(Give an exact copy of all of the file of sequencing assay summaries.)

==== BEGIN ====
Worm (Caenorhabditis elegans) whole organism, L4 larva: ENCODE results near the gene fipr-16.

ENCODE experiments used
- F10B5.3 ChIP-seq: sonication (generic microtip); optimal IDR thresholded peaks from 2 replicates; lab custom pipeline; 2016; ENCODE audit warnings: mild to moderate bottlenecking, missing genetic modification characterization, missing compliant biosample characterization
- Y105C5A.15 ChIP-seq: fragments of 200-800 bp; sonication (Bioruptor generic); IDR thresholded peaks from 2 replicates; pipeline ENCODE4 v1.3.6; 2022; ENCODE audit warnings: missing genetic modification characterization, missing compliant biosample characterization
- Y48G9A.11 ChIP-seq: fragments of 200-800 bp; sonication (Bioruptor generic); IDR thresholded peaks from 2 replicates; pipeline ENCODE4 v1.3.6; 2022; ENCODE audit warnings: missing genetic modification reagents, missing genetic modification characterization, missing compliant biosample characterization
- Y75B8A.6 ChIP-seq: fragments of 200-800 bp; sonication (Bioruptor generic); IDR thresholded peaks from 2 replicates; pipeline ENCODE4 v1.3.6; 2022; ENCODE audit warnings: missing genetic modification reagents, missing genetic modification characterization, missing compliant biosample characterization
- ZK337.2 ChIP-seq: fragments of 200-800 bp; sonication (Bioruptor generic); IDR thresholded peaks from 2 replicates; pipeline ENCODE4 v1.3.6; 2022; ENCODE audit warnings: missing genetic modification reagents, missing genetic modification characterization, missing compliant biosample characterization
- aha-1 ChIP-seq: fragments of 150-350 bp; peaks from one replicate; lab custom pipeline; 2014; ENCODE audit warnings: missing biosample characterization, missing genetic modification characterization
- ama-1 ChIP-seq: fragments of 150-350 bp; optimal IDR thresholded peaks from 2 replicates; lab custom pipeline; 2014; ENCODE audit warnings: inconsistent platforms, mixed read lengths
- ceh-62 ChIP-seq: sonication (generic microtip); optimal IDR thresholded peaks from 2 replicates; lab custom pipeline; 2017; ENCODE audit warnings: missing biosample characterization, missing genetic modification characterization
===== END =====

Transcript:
Worm (Caenorhabditis elegans) whole organism, L4 larva: ENCODE results near the gene fipr-16.

ENCODE experiments used
- F10B5.3 ChIP-seq: sonication (generic microtip); optimal IDR thresholded peaks from 2 replicates; lab custom pipeline; 2016; ENCODE audit warnings: mild to moderate bottlenecking, missing genetic modification characterization, missing compliant biosample characterization
- Y105C5A.15 ChIP-seq: fragments of 200-800 bp; sonication (Bioruptor generic); IDR thresholded peaks from 2 replicates; pipeline ENCODE4 v1.3.6; 2022; ENCODE audit warnings: missing genetic modification characterization, missing compliant biosample characterization
- Y48G9A.11 ChIP-seq: fragments of 200-800 bp; sonication (Bioruptor generic); IDR thresholded peaks from 2 replicates; pipeline ENCODE4 v1.3.6; 2022; ENCODE audit warnings: missing genetic modification reagents, missing genetic modification characterization, missing compliant biosample characterization
- Y75B8A.6 ChIP-seq: fragments of 200-800 bp; sonication (Bioruptor generic); IDR thresholded peaks from 2 replicates; pipeline ENCODE4 v1.3.6; 2022; ENCODE audit warnings: missing genetic modification reagents, missing genetic modification characterization, missing compliant biosample characterization
- ZK337.2 ChIP-seq: fragments of 200-800 bp; sonication (Bioruptor generic); IDR thresholded peaks from 2 replicates; pipeline ENCODE4 v1.3.6; 2022; ENCODE audit warnings: missing genetic modification reagents, missing genetic modification characterization, missing compliant biosample characterization
- aha-1 ChIP-seq: fragments of 150-350 bp; peaks from one replicate; lab custom pipeline; 2014; ENCODE audit warnings: missing biosample characterization, missing genetic modification characterization
- ama-1 ChIP-seq: fragments of 150-350 bp; optimal IDR thresholded peaks from 2 replicates; lab custom pipeline; 2014; ENCODE audit warnings: inconsistent platforms, mixed read lengths
- ceh-62 ChIP-seq: sonication (generic microtip); optimal IDR thresholded peaks from 2 replicates; lab custom pipeline; 2017; ENCODE audit warnings: missing biosample characterization, missing genetic modification characterization